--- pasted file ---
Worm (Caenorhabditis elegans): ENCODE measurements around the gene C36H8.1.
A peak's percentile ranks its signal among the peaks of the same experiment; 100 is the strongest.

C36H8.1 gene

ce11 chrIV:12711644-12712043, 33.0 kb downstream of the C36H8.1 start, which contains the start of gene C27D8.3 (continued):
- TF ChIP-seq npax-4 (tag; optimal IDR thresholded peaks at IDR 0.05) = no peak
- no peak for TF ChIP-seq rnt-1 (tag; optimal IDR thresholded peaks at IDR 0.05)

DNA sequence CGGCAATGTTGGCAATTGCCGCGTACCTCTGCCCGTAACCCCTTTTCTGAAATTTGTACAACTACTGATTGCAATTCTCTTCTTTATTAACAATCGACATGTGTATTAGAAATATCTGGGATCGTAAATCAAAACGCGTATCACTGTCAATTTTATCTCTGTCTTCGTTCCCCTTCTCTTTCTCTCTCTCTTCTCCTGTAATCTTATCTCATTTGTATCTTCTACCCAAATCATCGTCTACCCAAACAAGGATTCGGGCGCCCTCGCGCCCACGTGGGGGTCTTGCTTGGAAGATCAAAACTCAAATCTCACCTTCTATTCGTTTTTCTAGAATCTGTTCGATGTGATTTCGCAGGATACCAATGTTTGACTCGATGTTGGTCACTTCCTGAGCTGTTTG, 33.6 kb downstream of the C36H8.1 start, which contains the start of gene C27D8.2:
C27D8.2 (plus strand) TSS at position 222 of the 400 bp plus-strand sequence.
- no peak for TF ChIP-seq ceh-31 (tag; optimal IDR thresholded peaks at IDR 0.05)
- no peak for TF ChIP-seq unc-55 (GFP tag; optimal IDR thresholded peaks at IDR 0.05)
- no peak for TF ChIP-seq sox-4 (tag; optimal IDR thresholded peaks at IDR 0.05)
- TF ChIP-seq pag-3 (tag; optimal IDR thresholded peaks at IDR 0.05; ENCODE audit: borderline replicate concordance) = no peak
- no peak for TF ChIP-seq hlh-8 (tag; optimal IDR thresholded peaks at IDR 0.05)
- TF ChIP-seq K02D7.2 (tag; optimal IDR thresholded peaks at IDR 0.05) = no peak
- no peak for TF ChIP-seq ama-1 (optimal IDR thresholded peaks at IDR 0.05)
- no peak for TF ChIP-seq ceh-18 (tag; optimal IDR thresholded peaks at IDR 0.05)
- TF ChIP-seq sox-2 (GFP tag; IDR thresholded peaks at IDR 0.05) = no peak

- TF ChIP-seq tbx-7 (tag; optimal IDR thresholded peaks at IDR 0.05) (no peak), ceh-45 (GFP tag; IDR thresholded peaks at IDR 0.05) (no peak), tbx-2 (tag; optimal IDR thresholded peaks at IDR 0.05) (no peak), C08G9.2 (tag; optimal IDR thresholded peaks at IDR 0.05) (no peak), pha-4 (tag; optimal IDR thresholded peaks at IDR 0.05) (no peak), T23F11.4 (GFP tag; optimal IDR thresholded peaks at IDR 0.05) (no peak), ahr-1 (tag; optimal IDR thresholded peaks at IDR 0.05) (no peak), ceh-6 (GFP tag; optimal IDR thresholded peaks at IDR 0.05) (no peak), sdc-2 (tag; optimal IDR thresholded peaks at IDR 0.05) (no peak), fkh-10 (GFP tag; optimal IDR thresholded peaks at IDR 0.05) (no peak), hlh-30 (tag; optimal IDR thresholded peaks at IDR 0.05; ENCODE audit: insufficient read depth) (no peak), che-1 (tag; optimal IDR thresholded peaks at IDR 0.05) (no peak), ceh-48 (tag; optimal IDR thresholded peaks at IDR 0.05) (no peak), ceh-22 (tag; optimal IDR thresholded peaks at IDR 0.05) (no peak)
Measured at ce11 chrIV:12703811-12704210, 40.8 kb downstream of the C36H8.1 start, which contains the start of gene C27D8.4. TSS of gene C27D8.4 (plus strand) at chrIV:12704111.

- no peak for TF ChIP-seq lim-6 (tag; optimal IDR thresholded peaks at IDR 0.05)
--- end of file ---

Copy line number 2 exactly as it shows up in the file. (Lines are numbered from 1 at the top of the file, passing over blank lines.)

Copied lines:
A peak's percentile ranks its signal among the peaks of the same experiment; 100 is the strongest.